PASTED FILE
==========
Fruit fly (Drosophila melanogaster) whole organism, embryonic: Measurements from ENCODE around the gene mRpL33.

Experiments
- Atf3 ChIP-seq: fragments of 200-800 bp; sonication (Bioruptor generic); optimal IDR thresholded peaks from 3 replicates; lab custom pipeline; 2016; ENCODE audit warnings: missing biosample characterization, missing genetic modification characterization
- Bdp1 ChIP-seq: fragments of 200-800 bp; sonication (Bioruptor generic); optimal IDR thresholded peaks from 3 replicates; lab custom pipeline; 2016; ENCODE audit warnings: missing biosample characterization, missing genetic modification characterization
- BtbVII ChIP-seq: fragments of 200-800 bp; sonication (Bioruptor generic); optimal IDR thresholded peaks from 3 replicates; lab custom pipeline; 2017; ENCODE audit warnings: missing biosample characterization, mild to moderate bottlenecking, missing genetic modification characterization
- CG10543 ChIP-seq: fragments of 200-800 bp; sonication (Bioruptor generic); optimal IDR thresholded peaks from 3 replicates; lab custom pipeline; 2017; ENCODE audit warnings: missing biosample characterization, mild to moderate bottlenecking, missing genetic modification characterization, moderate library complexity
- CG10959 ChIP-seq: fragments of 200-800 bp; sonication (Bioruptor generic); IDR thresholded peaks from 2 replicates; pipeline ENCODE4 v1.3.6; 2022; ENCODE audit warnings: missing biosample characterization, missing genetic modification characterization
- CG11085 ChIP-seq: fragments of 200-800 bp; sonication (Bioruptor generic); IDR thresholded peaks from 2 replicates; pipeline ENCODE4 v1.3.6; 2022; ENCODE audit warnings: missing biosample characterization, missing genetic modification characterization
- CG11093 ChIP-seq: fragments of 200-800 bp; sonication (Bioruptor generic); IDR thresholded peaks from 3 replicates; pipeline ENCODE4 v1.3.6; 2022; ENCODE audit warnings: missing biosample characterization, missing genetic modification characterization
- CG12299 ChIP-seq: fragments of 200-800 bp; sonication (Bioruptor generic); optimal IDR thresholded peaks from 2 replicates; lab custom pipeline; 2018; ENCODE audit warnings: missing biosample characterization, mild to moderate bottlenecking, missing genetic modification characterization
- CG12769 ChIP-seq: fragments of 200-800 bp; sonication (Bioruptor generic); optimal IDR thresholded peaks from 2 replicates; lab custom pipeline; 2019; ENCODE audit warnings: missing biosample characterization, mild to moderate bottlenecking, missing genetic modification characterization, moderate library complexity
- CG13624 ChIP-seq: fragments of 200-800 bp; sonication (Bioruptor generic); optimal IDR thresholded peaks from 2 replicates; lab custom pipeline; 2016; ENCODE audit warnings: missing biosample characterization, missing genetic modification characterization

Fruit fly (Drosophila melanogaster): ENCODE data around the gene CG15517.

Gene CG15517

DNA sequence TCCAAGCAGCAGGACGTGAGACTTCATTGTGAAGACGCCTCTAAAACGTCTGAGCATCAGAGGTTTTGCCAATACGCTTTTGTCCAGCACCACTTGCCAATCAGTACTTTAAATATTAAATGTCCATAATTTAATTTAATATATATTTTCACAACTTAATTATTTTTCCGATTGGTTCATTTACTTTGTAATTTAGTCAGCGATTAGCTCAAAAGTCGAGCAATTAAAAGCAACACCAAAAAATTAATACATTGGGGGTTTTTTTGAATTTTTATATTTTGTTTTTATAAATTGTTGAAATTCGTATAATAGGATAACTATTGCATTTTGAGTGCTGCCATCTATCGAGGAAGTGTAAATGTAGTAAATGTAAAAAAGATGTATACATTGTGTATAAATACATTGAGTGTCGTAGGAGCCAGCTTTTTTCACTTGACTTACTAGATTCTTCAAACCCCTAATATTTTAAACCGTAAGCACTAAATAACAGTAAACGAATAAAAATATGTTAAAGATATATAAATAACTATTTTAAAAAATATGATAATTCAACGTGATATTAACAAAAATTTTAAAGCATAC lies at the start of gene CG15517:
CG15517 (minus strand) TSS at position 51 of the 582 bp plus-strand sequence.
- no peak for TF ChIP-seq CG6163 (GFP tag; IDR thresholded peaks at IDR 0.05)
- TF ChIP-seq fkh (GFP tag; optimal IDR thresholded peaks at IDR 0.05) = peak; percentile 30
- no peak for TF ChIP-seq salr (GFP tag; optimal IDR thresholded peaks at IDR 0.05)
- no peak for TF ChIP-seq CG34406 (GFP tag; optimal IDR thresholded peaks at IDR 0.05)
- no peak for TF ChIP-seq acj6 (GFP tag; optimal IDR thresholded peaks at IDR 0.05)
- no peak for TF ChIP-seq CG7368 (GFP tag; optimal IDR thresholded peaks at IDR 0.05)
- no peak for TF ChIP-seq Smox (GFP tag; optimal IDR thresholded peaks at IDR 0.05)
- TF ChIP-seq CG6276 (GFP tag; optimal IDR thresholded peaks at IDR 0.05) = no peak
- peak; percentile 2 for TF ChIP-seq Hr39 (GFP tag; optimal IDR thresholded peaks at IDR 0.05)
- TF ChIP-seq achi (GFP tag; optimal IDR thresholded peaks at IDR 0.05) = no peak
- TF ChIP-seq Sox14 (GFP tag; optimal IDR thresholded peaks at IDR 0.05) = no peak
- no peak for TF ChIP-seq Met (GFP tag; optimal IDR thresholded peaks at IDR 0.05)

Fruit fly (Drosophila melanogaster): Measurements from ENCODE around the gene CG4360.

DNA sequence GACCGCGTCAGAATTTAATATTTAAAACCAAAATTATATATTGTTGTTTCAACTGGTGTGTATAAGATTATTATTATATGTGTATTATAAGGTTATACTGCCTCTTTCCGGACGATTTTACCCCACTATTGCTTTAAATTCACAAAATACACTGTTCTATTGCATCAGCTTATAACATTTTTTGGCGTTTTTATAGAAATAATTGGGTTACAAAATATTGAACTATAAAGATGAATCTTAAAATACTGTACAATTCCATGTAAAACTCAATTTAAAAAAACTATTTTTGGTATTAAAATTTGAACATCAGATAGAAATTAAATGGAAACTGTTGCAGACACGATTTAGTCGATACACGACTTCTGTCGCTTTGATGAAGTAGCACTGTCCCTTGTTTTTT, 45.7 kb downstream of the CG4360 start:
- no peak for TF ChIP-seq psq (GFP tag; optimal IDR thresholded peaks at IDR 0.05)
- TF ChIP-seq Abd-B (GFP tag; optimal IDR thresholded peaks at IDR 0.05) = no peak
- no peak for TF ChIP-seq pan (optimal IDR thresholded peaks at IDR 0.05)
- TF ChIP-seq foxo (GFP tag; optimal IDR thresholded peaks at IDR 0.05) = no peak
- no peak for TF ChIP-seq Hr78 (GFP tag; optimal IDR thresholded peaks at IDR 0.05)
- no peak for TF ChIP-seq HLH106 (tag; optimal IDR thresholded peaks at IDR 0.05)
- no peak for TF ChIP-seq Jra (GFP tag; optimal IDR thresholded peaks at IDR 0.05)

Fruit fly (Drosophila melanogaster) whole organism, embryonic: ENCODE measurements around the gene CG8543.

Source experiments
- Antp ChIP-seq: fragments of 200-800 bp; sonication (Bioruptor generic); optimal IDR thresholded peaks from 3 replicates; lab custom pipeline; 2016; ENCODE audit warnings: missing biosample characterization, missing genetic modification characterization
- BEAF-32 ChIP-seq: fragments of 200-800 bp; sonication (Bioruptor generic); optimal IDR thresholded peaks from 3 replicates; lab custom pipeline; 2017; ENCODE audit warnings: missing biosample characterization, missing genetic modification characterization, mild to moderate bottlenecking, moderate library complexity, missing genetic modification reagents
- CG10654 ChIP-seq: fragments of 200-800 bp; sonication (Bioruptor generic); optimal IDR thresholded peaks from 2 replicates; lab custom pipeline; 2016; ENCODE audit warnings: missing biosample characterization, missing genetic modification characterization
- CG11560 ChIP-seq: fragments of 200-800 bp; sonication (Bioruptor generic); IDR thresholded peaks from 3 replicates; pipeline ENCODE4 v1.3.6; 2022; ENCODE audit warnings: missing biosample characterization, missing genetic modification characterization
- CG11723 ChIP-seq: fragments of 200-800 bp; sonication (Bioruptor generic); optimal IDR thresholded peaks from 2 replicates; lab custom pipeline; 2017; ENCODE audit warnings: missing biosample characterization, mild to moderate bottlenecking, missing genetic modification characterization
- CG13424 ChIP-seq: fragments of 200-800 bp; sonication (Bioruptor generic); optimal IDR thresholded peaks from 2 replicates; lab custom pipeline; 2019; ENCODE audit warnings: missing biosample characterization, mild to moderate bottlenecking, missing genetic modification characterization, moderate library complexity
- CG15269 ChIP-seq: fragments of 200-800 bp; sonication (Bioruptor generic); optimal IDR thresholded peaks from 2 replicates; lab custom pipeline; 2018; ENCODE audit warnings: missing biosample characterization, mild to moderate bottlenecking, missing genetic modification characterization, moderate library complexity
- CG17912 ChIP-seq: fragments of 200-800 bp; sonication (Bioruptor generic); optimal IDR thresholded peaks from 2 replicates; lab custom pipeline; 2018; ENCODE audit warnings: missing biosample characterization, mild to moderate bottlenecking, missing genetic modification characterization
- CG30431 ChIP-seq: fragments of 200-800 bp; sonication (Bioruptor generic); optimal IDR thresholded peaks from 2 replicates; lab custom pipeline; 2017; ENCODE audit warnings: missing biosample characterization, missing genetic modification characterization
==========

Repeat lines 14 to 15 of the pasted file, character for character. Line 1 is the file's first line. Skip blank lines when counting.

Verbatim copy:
Gene CG15517

DNA sequence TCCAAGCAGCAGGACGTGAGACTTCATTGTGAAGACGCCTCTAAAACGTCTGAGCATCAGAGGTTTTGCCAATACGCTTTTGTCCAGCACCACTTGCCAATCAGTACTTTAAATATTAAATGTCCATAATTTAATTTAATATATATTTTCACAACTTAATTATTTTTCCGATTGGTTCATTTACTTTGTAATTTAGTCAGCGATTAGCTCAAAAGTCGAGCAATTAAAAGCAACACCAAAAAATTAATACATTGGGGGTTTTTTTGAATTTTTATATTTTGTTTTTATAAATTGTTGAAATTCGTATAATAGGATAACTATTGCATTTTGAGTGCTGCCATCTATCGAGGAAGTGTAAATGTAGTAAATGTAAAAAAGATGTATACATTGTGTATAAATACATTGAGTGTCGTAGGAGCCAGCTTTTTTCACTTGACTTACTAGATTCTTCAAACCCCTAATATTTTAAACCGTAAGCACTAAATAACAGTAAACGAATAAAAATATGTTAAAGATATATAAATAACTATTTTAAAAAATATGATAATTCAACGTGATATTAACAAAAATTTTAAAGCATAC lies at the start of gene CG15517: